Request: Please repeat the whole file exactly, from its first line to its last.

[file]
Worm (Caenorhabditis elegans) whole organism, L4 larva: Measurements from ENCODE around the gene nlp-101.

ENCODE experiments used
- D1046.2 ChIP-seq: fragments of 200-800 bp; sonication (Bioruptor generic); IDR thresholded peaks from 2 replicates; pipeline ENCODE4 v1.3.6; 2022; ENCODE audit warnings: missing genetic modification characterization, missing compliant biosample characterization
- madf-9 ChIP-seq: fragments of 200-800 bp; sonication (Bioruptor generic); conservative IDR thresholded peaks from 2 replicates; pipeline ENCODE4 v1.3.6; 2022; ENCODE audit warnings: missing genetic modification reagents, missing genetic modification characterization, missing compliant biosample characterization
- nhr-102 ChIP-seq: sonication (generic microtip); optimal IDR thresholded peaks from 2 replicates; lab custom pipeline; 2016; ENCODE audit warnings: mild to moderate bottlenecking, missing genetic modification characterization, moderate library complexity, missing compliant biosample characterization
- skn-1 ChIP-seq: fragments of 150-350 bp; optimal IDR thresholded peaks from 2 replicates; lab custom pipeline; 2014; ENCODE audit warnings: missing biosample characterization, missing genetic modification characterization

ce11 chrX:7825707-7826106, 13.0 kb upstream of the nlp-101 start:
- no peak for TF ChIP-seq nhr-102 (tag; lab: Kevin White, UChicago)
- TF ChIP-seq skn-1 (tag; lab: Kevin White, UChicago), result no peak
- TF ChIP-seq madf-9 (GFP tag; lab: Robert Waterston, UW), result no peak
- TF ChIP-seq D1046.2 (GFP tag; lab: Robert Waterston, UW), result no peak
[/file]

Worm (Caenorhabditis elegans) whole organism, L4 larva: Measurements from ENCODE around the gene nlp-101.

ENCODE experiments used
- D1046.2 ChIP-seq: fragments of 200-800 bp; sonication (Bioruptor generic); IDR thresholded peaks from 2 replicates; pipeline ENCODE4 v1.3.6; 2022; ENCODE audit warnings: missing genetic modification characterization, missing compliant biosample characterization
- madf-9 ChIP-seq: fragments of 200-800 bp; sonication (Bioruptor generic); conservative IDR thresholded peaks from 2 replicates; pipeline ENCODE4 v1.3.6; 2022; ENCODE audit warnings: missing genetic modification reagents, missing genetic modification characterization, missing compliant biosample characterization
- nhr-102 ChIP-seq: sonication (generic microtip); optimal IDR thresholded peaks from 2 replicates; lab custom pipeline; 2016; ENCODE audit warnings: mild to moderate bottlenecking, missing genetic modification characterization, moderate library complexity, missing compliant biosample characterization
- skn-1 ChIP-seq: fragments of 150-350 bp; optimal IDR thresholded peaks from 2 replicates; lab custom pipeline; 2014; ENCODE audit warnings: missing biosample characterization, missing genetic modification characterization

ce11 chrX:7825707-7826106, 13.0 kb upstream of the nlp-101 start:
- no peak for TF ChIP-seq nhr-102 (tag; lab: Kevin White, UChicago)
- TF ChIP-seq skn-1 (tag; lab: Kevin White, UChicago), result no peak
- TF ChIP-seq madf-9 (GFP tag; lab: Robert Waterston, UW), result no peak
- TF ChIP-seq D1046.2 (GFP tag; lab: Robert Waterston, UW), result no peak